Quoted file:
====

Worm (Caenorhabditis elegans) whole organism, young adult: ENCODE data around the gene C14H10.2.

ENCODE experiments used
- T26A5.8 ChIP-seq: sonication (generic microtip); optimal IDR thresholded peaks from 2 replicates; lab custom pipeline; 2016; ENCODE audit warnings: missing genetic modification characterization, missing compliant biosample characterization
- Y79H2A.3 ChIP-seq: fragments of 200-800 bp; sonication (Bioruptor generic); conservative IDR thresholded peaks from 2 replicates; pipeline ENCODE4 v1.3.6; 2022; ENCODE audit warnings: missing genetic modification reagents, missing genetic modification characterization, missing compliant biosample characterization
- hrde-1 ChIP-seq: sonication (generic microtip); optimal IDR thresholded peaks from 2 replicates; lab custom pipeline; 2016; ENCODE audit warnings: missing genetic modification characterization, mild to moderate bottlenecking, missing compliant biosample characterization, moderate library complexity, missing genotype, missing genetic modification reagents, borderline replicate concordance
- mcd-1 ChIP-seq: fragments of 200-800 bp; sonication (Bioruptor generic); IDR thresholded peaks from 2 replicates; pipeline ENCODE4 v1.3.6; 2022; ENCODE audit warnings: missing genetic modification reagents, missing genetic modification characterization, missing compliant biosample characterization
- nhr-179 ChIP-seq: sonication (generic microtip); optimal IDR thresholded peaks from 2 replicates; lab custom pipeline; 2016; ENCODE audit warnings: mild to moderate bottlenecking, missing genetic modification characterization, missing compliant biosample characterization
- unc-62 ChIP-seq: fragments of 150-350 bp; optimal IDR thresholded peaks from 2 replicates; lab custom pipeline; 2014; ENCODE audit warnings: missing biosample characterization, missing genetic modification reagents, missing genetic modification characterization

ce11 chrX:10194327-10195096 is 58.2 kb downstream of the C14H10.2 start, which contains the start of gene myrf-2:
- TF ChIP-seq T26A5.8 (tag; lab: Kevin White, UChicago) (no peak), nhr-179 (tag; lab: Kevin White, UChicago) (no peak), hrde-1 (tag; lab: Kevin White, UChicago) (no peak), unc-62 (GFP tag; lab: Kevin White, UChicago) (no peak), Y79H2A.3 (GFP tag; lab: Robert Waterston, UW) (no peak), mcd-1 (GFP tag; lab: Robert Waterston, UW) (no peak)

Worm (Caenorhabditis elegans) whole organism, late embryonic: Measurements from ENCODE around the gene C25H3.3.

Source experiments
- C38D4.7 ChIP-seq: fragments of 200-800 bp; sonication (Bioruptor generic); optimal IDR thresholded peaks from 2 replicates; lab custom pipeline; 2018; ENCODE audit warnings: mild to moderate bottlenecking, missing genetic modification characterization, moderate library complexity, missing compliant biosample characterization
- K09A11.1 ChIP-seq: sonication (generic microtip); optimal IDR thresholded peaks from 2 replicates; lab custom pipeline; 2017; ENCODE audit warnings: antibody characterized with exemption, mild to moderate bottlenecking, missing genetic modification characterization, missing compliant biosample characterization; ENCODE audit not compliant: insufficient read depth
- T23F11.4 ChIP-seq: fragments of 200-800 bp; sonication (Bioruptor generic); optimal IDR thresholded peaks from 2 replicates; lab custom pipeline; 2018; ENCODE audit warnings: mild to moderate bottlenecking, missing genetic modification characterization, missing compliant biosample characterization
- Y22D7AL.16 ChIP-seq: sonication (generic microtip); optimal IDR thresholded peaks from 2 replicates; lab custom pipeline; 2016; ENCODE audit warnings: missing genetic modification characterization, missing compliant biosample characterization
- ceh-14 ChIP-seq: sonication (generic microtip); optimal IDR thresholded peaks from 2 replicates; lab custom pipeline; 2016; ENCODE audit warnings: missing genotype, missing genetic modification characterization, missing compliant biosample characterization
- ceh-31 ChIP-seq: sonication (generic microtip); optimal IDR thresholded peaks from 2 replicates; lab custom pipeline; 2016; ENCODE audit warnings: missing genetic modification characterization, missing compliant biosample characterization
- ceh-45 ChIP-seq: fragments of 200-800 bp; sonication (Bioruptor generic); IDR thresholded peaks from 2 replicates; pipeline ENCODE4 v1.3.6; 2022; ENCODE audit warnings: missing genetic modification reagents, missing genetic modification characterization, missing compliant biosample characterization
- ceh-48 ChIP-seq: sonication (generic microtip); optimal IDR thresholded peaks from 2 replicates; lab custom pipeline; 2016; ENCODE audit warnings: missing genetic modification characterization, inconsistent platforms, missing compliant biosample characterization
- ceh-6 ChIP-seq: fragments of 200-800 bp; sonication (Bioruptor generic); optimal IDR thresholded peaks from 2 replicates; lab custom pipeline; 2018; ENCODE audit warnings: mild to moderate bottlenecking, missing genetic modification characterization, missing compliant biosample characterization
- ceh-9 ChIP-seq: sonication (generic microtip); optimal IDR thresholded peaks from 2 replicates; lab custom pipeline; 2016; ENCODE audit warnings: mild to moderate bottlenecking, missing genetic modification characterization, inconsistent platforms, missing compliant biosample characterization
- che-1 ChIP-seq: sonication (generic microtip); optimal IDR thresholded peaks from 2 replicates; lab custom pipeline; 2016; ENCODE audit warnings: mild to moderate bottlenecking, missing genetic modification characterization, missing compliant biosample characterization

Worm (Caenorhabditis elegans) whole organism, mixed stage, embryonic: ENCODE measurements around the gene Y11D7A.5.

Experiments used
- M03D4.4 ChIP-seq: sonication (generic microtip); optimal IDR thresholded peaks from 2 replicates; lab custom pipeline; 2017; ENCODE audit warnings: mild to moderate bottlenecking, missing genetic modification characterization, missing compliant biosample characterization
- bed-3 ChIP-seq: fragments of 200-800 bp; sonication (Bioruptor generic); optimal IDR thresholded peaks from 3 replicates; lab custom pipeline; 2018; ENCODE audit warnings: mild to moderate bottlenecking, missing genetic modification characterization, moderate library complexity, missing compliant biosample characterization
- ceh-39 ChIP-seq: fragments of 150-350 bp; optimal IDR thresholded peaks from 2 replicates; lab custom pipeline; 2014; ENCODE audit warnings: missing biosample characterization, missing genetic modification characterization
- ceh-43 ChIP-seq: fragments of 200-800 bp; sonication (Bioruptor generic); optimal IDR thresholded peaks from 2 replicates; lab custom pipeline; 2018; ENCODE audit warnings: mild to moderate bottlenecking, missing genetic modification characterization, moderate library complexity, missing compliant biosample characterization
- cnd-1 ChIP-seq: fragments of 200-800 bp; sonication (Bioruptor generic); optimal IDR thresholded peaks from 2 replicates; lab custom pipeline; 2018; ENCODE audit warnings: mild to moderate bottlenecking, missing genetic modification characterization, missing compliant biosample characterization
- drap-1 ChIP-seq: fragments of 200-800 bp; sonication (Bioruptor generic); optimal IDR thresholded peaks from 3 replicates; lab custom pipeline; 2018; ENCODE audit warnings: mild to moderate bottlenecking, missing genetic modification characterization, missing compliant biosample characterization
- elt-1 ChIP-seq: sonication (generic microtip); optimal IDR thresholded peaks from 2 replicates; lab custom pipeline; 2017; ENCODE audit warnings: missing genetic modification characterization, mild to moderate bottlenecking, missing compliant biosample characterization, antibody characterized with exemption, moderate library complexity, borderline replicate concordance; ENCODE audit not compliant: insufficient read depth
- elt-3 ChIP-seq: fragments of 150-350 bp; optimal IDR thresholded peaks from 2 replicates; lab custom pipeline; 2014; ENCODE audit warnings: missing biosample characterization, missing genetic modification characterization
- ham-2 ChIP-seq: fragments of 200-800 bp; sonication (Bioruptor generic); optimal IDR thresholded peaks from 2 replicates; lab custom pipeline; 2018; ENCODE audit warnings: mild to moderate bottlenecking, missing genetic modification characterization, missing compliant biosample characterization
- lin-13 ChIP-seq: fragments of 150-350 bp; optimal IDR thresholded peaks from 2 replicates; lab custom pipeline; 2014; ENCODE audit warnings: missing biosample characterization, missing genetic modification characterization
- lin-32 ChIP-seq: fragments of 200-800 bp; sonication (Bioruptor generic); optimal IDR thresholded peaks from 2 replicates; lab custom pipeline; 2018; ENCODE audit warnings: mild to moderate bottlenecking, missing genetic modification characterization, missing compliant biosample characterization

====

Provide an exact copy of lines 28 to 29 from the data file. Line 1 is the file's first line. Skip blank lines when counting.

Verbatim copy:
- ceh-39 ChIP-seq: fragments of 150-350 bp; optimal IDR thresholded peaks from 2 replicates; lab custom pipeline; 2014; ENCODE audit warnings: missing biosample characterization, missing genetic modification characterization
- ceh-43 ChIP-seq: fragments of 200-800 bp; sonication (Bioruptor generic); optimal IDR thresholded peaks from 2 replicates; lab custom pipeline; 2018; ENCODE audit warnings: mild to moderate bottlenecking, missing genetic modification characterization, moderate library complexity, missing compliant biosample characterization